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Votes

Getting Out the Vote

While Democrats, Republicans disagree on who to elect, Clifton groups urge voters to visit polls on Nov. 7.

Only a handful of days remain before the election and women on both sides of the political divide are urging friends and neighbors to vote.

From the newly formed Republican Women of Clifton, president Elizabeth Schultz and second vice president Gini Godard said they're hoping to keep Sen. George Allen (R-Va.) and U.S. Rep. Tom Davis (R-11) in office.

"I feel George Allen has the right answers to the problems that lay ahead for our country," said Godard. "I have more confidence in him as a leader with his background. I don't feel I could follow Jim Webb."

Schultz said Allen's record in the Senate proves that he deserves to keep his job.

"He's done a good job," Schultz said.

She also feels that Webb's history of comments that paint women in an inferior light should turn other women away from his campaign.

"I can't fathom a woman of voting age in Virginia voting for Webb," Schultz said.

As for questions about comments Allen has made in his current campaign that have been labeled racist, Schultz said everyone makes mistakes but he shouldn't be taken out of office for it.

"George Allen's record proves that he deserves to win," she said.

Both women said they're working hard to promote the Republican candidates, both incumbents trying to keep their positions from political newcomers.

Schultz said the biggest issue for Republican voters isn't the war in Iraq or the political scandals that have emerged recently, but who displays better character and leadership needed to govern the country.

"Something that happens in another state won't be on voters' minds when they go to vote," Schultz said. "I don't think the (Sen. Mark) Foley situation will have a universal impact."

Overall, Schultz said there's no chance of a landslide of Democratic victories to change Congress.

"Without a shadow of a doubt, there will not be a sweeping response to a few issues," she said.

NOT ALL ISSUES are as cut and dried as which Senate candidate to vote for, however.

Godard said she was a model in the past and, as a result, knows some people "in the gay community." As a result, she's had to take a closer look at the so-called Defense of Marriage amendment, which would define marriage as a union between a man and a woman.

"It's a very difficult issue," she said. "I'll have to really think about it, but I think I'll go with the Republican Party line and support the amendment."

On the other side of the fence, the Democratic Women of Clifton are hoping Schultz, Godard and their friends are wrong.

"The biggest issue on voters' minds this year is the war," said Jane Barker, president of the group.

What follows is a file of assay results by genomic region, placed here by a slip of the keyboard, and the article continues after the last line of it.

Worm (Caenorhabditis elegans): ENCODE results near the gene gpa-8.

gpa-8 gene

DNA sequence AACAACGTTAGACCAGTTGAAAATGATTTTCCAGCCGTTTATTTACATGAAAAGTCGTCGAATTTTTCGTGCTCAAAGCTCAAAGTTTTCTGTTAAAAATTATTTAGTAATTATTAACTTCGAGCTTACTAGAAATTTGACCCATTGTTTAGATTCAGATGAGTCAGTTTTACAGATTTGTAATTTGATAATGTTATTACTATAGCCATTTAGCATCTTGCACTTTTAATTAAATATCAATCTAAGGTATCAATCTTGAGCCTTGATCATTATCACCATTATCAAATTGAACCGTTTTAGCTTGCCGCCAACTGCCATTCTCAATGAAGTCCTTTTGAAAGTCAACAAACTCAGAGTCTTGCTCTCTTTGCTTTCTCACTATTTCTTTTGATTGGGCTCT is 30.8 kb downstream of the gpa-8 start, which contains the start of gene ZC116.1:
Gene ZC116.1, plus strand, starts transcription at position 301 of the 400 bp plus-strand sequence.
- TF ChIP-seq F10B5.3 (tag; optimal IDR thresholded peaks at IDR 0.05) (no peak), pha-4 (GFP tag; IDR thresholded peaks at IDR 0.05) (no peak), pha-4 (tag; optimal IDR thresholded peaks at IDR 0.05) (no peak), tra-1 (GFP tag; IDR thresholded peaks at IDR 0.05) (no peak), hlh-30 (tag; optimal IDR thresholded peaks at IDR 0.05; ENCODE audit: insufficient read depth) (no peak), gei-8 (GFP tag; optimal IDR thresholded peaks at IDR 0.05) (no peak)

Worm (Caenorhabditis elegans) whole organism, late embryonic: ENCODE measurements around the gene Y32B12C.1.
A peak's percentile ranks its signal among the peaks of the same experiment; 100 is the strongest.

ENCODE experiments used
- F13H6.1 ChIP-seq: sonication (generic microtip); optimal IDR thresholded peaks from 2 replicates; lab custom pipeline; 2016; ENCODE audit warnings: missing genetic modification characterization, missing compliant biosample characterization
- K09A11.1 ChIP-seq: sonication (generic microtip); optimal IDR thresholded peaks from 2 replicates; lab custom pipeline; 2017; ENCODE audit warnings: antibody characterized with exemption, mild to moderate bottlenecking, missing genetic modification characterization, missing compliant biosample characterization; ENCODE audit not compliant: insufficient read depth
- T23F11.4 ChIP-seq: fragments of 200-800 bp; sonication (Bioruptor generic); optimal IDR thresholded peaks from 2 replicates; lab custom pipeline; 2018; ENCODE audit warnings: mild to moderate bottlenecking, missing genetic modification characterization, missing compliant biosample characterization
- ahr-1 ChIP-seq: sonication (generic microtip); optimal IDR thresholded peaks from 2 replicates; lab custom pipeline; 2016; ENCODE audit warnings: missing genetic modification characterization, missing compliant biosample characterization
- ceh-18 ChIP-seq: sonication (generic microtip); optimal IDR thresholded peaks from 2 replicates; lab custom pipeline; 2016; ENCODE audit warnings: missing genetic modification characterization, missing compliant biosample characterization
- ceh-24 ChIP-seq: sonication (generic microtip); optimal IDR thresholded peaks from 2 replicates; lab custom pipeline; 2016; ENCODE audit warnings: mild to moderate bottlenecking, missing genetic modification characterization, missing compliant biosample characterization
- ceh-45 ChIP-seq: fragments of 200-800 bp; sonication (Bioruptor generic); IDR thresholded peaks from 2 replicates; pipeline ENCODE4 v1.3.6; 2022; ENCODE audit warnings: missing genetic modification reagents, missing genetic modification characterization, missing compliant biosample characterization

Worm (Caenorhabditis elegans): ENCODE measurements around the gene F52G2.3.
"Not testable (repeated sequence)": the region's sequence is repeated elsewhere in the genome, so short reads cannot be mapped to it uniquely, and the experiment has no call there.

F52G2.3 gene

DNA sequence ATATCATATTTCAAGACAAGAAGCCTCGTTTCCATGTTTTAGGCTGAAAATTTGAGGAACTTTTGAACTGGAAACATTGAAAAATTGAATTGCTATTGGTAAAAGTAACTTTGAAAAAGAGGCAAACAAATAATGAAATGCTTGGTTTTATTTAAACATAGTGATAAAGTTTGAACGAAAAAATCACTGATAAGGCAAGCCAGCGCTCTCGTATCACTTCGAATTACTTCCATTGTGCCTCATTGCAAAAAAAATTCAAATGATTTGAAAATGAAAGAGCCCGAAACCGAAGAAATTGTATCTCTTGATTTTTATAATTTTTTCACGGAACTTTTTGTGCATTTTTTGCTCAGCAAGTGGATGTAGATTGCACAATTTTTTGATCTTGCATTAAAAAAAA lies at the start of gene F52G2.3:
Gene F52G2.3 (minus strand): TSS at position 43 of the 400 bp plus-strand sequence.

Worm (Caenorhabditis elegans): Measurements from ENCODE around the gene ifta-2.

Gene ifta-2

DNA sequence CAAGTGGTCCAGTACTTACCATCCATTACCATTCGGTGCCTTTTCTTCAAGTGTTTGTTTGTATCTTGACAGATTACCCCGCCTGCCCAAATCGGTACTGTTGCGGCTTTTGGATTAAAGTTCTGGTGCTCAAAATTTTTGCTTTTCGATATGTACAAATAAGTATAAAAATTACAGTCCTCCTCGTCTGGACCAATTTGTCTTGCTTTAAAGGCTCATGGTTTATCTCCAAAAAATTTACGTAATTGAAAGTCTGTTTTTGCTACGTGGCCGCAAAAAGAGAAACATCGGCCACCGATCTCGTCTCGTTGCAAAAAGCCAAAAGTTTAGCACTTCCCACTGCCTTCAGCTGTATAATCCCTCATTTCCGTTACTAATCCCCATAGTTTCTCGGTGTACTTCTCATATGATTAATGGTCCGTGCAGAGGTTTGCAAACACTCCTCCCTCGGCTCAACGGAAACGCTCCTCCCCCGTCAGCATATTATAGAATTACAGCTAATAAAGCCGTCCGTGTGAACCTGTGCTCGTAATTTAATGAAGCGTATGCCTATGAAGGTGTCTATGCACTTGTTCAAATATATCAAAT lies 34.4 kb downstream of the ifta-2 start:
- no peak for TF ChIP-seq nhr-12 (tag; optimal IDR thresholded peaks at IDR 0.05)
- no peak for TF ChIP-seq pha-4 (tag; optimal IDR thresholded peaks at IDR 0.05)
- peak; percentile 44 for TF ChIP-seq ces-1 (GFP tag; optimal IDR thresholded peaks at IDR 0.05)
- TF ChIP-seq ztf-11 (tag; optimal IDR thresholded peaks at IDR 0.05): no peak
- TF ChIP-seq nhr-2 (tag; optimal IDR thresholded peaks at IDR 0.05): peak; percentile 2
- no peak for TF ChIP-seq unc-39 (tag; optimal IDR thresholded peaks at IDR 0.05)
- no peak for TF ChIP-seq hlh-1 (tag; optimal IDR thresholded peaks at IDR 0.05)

While she admitted that it's difficult to oust incumbents from Congress, Barker said her party is excited about the candidates running for Senate and the House this year.

"If we can turn out the vote in Virginia, there's a real chance of us taking the Senate," Barker said. "We're hopeful and working really hard to get our candidates elected."

Before the election, Barker said her volunteers will be putting up signs, making phone calls and handing out information to friends and neighbors, encouraging them to vote Democratic.

"I think if people look at the issues, they'll see their own values aren't the same as the Republicans," she said. "Our strength is in the issues. We need a change in the administration and in the Congress to improve what's going on here."

Members of the Democratic organization will be handing out sample ballots with their candidates' information as voters go to polling places, said volunteer and member Mary Lee Cerillo.

"I think people are fed up with what's been going on with this administration," she said. "The disappearance of the middle class in America has people ready for a change."

However, Cerillo said there's no way to know what will happen come Nov. 7.

From Allen's "macaca" incident this summer to the unveiling of Webb's statements that women aren't suitable for combat made several decades ago, Cerillo said, different things will persuade people to vote differently.

"I really think this will have an impact" on the outcome of the election, she said.

She also hopes people are ready to give Democratic newcomer Webb a try, as he doesn't fit the politician mold.

"He's an independent voice and I really think he'll work across the aisle, like (former Gov.) Mark Warner did," Cerillo said.

The one issue both groups agreed on was the importance of getting out and voting, even in what is considered an off election year.

"Voter apathy is the biggest challenge we have to overcome," Schultz said. "Voting is the only way to change what you don't like."